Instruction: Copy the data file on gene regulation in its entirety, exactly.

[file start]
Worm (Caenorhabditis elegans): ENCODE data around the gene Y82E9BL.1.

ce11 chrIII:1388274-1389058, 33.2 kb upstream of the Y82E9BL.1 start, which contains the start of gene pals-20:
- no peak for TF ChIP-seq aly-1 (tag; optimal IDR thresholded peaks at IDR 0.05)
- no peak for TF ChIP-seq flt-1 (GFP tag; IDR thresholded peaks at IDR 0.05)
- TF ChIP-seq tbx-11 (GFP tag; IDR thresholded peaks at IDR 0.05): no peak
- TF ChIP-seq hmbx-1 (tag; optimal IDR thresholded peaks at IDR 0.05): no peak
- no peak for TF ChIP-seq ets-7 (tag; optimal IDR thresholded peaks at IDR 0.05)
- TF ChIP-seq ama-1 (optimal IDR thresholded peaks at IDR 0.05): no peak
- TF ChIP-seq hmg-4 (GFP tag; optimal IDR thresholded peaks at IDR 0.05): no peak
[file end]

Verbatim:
Worm (Caenorhabditis elegans): ENCODE data around the gene Y82E9BL.1.

ce11 chrIII:1388274-1389058, 33.2 kb upstream of the Y82E9BL.1 start, which contains the start of gene pals-20:
- no peak for TF ChIP-seq aly-1 (tag; optimal IDR thresholded peaks at IDR 0.05)
- no peak for TF ChIP-seq flt-1 (GFP tag; IDR thresholded peaks at IDR 0.05)
- TF ChIP-seq tbx-11 (GFP tag; IDR thresholded peaks at IDR 0.05): no peak
- TF ChIP-seq hmbx-1 (tag; optimal IDR thresholded peaks at IDR 0.05): no peak
- no peak for TF ChIP-seq ets-7 (tag; optimal IDR thresholded peaks at IDR 0.05)
- TF ChIP-seq ama-1 (optimal IDR thresholded peaks at IDR 0.05): no peak
- TF ChIP-seq hmg-4 (GFP tag; optimal IDR thresholded peaks at IDR 0.05): no peak